What you need to know to sell on Amazon:
Amazon Communication Guidelines:
Buyer Seller Messages Service Overview:
Buyer Seller Messages FAQ:
Customer Product Review Policies:
Answer and Questions about Product Reviews:
Want even more tips? Visit our article on How to Get Tons of Amazon Product Reviews Without Breaking Amazon’s TOS. Or if you’re looking for email templates and automated email campaigns that are already compliant, start a free trial of FeedbackWhiz now.
*Editor’s note: This article on Amazon account suspensions and Amazon email automation tools was updated on 05/09/2022.
From working with clients who are moving FROM a standard eCommerce store TO Amazon - this is something we see regularly abused.
Ecommerce store owners are so used to having open communication on THEIR terms that this more restricted world of Amazon feels really difficult to adapt to.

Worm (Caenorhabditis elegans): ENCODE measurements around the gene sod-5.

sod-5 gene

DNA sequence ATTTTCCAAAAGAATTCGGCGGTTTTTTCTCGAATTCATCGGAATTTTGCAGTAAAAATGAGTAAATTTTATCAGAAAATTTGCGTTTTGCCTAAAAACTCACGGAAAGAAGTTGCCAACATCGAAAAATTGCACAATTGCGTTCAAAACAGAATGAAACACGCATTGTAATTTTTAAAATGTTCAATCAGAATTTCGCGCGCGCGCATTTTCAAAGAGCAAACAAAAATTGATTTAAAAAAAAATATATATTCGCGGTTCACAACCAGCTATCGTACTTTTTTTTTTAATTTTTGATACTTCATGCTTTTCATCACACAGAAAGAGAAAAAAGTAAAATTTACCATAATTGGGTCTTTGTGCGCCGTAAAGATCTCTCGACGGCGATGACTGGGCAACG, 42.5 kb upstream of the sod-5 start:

Not to mention, if you read the ToS it can be quite confusing and not as practically applicable as you might want it to be.
Amazon however can't really stop you from communicating about your brand - building a sense of customer service. As Nathan Hirsch from Outsource School says, you won't outdo big brands on budget, but you CAN beat them on customer service.
For me, doubling down on great customer service and avoiding the "badgering techniques" that get you banned is just good sense for long term brand building anyway.
What would be awesome is a few examples of how your system could be leveraged for the building of a brand - with a practical set of examples. Maybe an idea for a future blog post?
Cheers for this one guys, will be linking to this for future reference for me and my clients.